I recently shared on my Instagram account some of my favorite tips for going plastic free. I wanted to compile them in one post so that it’s easier to search for them on the blog. I also archived my favorite tips from Plastic Free July in my Instagram stories to make it easier to find – check it out!
Disclosure: Some of the links in this post are affiliate links, meaning, at no additional cost to you, I will earn a commission if you click through and make a purchase.
Here are my favorite tips for going plastic free. But first, a quote.
We don’t need a handful of people doing zero waste perfectly. We need millions of people doing it imperfectly.Anne Marie Bonneau, zerowastechef
Ditch paper towels and use cloth dishtowels
I realized a couple of years ago that if I wanted to get serious about reducing my reliance on single use plastic, I needed to think about the hundreds of thousands of ways that I engage with plastic on a daily basis.
Do you think about the plastic wrap around your paper towel rolls? Yeah, I didn’t either. Every single role is wrapped in single use plastic. Not to mention, the paper towel rolls are then wrapped together in groups of 6-9-12 and so on. The paper towels themselves also add to our overall waste in the world.
Are you ready to be challenged a little? Try moving your paper towels out of your kitchen and into a pantry or away from areas where it’s easy to grab them. Replace them with reusable cloth towels. Just try it. Give it a week. See what you think.
A couple of years ago, my husband and I moved our paper towels off of our kitchen counter and into our broom closet. I didn’t think we would make it a week without using our paper towels but we committed to giving it a try. Since then, we almost exclusively use dishtowels, Swedish dish towels, or sponges around our kitchen. We like using Williams Sonoma’s dishtowels. They are a kitchen classic and workhorse when I’m working in the kitchen.
Try reusable straws
Did you know that plastic straws can’t be recycled? When I learned that, it blew my mind. I made the switch to metal straws when I found out that plastic straws can’t be recycled. I worried that the feeling of metal might be unpleasant but I quickly got used to the feeling.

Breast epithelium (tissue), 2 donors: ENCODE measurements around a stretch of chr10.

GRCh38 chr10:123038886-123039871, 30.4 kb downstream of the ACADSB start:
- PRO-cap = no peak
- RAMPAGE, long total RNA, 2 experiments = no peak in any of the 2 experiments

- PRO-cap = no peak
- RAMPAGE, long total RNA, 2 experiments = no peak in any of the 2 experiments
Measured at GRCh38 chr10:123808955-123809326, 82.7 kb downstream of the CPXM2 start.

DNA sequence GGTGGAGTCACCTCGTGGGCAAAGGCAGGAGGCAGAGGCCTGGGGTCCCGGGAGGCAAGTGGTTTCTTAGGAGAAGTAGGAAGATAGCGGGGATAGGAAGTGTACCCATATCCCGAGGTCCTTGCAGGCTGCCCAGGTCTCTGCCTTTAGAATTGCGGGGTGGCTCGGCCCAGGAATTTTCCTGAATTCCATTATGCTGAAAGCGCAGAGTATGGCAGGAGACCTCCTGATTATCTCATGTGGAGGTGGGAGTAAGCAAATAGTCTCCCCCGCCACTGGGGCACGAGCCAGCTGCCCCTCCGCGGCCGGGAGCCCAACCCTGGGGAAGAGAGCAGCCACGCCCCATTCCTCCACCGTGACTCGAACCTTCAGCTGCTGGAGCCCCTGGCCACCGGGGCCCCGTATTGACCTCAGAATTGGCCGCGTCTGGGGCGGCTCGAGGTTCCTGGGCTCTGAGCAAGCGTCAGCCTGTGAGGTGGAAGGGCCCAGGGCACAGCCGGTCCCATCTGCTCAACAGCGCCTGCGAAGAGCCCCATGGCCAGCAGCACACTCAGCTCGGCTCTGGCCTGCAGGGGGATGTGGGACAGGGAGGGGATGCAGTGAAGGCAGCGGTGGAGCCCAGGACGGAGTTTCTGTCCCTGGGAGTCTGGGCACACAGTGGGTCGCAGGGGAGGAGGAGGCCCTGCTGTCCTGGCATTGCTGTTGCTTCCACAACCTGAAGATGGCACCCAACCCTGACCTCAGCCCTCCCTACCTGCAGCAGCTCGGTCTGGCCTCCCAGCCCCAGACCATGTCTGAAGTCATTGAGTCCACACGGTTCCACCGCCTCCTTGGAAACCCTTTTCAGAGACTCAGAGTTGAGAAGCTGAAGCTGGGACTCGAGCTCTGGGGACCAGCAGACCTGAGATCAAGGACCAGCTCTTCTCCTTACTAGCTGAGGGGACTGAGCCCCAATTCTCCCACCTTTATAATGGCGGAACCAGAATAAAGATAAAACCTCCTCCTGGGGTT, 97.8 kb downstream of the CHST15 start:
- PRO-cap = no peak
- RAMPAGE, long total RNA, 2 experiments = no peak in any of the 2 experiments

The cleanup is sometimes what deters people from committing to reusable straws. When I need to wash a reusable straw, I run a little water through the straw before sending it through a cycle in the dishwasher. If I’ve had a smoothie, I run the straw brush through them to make sure they are extra clean.
Buy clothes in natural fibers
This tip might seem like a stretch, but let me explain. A couple of years ago, I learned that some synthetic microfibers, like polyester, acrylic, and nylon, are different forms of plastic. When we wash those clothes, tiny particles from the fabrics, called micro-plastics, are released into the water. Those tiny pieces of plastic pass through water treatment plant systems and eventually end up in our rivers, streams, and oceans. Once they are in our environment, they cycle through our ecosystem and in turn enter into the bodies of wildlife, our food sources, and eventually, our bodies.
In addition to the micro-plastics that enter our environment through synthetic clothing, I was astounded to learn how many tons of clothing end up in landfills each year. Fast fashion often uses synthetic fibers. Their clothes are often poorly made so they end up discarded into trash bins or donated in hopes that “someone somewhere will want to wear it.” I was equally shocked to learn that a lot of donated clothing ends up in landfills. Charities and thrift stores simply don’t have the space to store the influx of fast fashion clothing that permeates our world. So it gets tossed.
Bottom line: Synthetic fibers make inexpensive clothes but it costs our ecosystem.
Instead of buying the cheapest clothes on the rack, consider clothes that are made with natural fibers like cotton, silk, bamboo, leather, and cashmere. There are lots of affordable brands out there that make great clothes in natural fibers. It takes just a minute to check the label or click on the drop-down menu to learn about a fabric. I realize that it’s not always possible to buy natural fibers. Buying clothes that are made with natural fibers is sometimes a privilege for those who can afford it. I also think that planning to wear the clothes we have and not giving into fast fashion marketing also helps the environment, regardless of what fabric we are purchasing. IT also saves a lot of money to forgo engaging with fleeting trends.